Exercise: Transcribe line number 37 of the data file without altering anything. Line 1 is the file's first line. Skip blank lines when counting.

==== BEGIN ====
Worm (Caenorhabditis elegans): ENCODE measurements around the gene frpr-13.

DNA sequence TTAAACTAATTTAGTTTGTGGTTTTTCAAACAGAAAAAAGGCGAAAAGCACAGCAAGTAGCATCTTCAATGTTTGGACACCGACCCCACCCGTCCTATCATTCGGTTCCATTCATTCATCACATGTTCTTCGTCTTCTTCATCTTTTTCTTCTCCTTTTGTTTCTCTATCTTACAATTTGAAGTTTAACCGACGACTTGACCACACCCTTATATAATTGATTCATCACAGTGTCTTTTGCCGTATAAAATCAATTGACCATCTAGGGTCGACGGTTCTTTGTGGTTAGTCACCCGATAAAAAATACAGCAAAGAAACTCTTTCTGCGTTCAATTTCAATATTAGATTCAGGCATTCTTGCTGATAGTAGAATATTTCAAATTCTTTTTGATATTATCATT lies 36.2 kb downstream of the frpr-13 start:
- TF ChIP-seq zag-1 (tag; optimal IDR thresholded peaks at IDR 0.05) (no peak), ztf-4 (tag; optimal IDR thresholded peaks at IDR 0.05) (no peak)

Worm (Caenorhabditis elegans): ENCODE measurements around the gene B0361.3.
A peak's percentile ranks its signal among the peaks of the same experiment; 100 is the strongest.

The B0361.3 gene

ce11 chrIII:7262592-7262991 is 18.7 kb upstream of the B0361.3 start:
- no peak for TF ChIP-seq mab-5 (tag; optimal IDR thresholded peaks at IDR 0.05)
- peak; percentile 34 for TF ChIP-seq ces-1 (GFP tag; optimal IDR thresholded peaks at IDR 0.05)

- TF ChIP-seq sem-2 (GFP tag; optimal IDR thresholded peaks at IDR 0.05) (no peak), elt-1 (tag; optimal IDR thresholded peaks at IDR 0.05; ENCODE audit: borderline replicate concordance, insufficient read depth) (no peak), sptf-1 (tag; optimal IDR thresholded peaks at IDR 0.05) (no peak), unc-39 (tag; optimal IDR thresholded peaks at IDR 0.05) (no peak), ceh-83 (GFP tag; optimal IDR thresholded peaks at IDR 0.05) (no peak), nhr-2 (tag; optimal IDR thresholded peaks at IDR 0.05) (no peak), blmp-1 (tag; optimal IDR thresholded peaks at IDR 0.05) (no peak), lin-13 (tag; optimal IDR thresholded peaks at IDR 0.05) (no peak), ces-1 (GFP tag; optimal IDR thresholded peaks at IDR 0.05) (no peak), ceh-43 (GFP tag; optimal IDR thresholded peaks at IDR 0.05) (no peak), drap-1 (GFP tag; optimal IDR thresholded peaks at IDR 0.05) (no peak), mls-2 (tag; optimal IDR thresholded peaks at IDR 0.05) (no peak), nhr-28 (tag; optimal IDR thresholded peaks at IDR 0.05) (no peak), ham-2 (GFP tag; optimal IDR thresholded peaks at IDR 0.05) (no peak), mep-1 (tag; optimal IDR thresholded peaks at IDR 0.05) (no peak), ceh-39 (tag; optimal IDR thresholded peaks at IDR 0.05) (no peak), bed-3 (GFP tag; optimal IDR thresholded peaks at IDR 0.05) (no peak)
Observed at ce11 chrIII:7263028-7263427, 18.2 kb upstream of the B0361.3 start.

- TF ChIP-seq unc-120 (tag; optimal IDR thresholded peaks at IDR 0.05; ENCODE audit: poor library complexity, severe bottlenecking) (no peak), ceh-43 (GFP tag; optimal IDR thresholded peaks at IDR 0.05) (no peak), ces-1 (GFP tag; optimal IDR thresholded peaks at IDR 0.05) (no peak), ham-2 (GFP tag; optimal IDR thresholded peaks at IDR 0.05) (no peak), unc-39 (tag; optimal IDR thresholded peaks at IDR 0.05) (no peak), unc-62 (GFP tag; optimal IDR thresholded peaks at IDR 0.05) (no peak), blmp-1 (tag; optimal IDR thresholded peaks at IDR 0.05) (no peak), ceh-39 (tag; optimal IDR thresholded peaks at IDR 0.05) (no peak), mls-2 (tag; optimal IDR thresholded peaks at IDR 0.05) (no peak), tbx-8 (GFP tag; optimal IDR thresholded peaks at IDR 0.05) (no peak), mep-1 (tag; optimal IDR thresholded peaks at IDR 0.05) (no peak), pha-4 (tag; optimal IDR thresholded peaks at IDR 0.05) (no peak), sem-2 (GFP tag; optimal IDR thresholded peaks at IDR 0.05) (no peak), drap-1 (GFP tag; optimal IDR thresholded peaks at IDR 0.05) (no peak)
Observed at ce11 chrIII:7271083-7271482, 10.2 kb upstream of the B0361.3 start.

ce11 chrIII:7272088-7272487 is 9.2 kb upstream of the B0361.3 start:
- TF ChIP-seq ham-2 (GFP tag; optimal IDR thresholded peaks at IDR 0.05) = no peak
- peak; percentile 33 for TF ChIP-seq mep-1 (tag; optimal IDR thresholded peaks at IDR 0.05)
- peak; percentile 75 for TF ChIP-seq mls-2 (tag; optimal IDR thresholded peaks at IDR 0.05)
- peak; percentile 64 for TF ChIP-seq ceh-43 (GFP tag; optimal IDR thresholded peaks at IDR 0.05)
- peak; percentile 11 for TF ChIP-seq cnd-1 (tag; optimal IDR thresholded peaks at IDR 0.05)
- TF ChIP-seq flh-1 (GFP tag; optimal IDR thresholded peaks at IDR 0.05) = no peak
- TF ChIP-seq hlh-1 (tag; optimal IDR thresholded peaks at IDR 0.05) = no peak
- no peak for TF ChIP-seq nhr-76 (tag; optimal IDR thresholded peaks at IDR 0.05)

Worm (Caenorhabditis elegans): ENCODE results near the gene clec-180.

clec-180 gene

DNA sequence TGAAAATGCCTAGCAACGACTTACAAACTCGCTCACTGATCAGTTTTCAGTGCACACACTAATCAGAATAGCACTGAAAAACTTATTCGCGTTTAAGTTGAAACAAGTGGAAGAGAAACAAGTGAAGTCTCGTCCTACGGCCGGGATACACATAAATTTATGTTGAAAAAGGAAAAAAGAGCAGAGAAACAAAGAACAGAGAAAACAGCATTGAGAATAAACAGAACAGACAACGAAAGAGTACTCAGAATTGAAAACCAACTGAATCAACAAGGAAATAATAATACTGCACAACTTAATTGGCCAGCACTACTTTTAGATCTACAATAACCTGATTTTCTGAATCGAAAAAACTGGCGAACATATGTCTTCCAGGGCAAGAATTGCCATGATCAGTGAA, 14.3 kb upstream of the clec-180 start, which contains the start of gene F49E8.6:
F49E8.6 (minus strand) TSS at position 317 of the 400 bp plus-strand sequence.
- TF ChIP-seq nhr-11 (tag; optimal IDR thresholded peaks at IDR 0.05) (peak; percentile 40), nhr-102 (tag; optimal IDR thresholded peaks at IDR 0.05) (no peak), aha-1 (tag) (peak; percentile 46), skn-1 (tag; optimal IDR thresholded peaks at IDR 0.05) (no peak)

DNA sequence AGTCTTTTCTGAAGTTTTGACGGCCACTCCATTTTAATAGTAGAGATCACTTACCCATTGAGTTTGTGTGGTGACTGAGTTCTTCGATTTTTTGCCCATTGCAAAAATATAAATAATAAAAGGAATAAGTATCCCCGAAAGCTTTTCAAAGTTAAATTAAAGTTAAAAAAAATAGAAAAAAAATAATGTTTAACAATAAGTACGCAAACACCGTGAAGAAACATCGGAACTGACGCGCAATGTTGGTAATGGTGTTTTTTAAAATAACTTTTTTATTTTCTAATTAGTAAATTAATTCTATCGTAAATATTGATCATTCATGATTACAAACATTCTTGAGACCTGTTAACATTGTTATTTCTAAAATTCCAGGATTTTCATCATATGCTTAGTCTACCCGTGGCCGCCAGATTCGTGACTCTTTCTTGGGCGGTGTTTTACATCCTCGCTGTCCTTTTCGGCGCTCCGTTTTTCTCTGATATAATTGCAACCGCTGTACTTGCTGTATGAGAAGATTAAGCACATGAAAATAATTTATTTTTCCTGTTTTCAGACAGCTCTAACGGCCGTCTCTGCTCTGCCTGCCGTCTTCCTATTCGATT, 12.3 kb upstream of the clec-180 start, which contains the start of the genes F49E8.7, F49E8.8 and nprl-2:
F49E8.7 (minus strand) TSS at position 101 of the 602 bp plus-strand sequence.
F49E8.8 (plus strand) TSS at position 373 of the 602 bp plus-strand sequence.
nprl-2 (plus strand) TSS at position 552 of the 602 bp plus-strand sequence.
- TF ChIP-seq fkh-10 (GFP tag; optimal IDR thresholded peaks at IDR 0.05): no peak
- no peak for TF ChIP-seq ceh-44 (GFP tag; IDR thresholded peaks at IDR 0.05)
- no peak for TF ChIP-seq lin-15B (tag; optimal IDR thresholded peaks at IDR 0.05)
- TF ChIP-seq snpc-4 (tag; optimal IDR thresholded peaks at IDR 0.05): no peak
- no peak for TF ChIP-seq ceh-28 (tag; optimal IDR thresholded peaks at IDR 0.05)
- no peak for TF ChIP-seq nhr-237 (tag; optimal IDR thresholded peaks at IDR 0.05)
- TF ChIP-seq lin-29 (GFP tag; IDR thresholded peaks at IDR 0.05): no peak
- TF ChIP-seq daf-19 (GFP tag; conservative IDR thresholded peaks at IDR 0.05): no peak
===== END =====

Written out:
- no peak for TF ChIP-seq nhr-237 (tag; optimal IDR thresholded peaks at IDR 0.05)